Ellomay finds developer for 250MW solar pipeline in Italy

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Image credit: Jerome Naselli / Flickr

A foreign renewable player has set its sights again on the Italian solar market, announcing a large-scale pipeline in a year when the country staged a comeback of its green energy policies.

Tel Aviv-headquartered Ellomay Capital has sealed a self-styled “framework agreement” with a developer, which could see “at least” 250MW in solar deployed in Italy over three years.

In a statement on Tuesday, the Israeli renewable player said the developer it has partnered with will start by “scouting and developing” greenfield ventures all across Italy.

Once the said developer has taken a potential project to the ready-to-build stage, the agreement stipulates the PV scheme will be put forward for Ellomay’s consideration.

If Ellomay is satisfied, it will automatically become the full owner of the entity controlling the project, paving the way for subsequent EPC and O&M contracts.

Contacted by PV Tech this week, Ellomay had not identified its developer partner – nor shed light on the PV projects' planned locations and sizes – by the time this story was published.

However, the firm’s statement explained the developer in question has so far taken an initial 100MW of the 250MW PV pipeline to “advanced development stages”.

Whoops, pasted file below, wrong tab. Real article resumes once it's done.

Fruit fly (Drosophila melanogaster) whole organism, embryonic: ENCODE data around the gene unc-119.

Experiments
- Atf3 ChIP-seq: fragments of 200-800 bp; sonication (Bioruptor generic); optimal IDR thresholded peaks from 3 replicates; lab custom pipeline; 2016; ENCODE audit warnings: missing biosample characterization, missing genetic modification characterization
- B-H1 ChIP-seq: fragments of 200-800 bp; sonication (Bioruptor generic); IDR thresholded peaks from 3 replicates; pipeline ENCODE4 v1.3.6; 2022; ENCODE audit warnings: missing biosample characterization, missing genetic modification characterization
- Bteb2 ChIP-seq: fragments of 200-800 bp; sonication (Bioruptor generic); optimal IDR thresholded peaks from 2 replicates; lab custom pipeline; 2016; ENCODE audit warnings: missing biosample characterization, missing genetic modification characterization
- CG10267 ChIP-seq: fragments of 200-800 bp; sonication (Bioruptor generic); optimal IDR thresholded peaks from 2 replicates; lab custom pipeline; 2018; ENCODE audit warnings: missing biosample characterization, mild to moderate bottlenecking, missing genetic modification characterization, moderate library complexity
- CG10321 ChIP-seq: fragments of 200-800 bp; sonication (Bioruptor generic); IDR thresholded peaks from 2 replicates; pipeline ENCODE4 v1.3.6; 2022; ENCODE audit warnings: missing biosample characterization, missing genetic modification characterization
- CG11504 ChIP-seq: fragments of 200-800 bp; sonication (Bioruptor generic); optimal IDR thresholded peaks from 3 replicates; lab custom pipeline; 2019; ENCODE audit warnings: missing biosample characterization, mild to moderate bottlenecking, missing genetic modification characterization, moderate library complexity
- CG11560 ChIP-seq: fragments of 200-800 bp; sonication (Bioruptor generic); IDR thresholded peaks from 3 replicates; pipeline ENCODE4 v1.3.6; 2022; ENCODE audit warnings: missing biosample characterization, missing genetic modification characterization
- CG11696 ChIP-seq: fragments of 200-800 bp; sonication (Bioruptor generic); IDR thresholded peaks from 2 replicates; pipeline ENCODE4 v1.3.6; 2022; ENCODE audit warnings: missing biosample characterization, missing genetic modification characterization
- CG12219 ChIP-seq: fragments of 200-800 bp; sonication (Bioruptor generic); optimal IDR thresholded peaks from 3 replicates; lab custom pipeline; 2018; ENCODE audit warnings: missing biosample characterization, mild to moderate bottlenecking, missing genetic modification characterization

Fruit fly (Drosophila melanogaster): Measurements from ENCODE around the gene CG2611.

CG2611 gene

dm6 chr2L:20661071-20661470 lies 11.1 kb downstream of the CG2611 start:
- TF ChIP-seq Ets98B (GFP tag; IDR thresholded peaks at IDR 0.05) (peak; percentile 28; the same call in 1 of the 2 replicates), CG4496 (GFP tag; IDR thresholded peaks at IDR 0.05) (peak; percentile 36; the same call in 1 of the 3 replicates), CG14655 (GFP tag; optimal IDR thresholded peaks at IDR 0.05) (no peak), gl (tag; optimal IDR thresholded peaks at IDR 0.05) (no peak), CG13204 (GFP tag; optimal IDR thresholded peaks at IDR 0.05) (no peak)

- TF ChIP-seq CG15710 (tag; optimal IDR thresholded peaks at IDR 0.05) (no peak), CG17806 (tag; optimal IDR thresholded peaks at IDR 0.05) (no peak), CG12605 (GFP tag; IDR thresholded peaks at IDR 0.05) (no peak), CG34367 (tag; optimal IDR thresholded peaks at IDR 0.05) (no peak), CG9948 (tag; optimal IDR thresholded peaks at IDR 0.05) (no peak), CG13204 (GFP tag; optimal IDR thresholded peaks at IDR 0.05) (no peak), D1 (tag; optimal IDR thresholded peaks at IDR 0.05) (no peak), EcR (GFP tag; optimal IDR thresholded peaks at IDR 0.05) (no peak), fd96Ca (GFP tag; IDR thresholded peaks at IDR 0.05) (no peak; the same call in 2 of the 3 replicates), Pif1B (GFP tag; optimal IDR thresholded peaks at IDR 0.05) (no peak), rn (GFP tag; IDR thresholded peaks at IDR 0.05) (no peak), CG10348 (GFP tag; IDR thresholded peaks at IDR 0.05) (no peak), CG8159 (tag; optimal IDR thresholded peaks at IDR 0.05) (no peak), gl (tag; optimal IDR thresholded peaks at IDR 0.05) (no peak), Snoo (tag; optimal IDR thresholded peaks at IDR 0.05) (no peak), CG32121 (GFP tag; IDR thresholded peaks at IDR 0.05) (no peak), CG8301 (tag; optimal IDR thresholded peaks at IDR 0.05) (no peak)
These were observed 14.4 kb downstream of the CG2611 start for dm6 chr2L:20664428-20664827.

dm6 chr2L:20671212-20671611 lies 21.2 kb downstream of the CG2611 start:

According to the Ellomay’s statement, the current expectation is that a 70MW PV project batch will have reached the ready-to-build phase by the end of 2020.

The subsidy-free route to Italy’s new PV era

Ellomay’s interest in Italy follows its involvement with solar work in Spain, including the purchase of a 5.6MW trio and a 49% stake – now sold – in subsidy-free 300MW Talasol.

The new 250MW pipeline is not the firm’s first Italian solar venture, with prior investments in a 22.6MW portfolio, such as a 12MWp duo in the Veneto region.

The firm is not alone in targeting Italian solar plays in 2019, a year when the country has staged a renewable policy relaunch and drawn attention from PV developers and manufacturers alike.

As noted at an Italia Solare event this year, some in the industry feel the subsidy-free approach – and not the government’s new contracts-for-difference auctions – is developers’ best bet to deploy PV in Italy going forward.

Firms taking the unsubsidised route so far include Italian IPP Solar Ventures and private equity house Zouk Capital, which are working since October to develop at least 120MWp without government support.

The prospects and challenges of solar's new era in Europe and beyond will take centre stage at Solar Media's Solar Finance & Investment Europe (London, 5-6 February) and Large Scale Solar Europe 2020 (Lisbon, on 31 March-1 April 2020).

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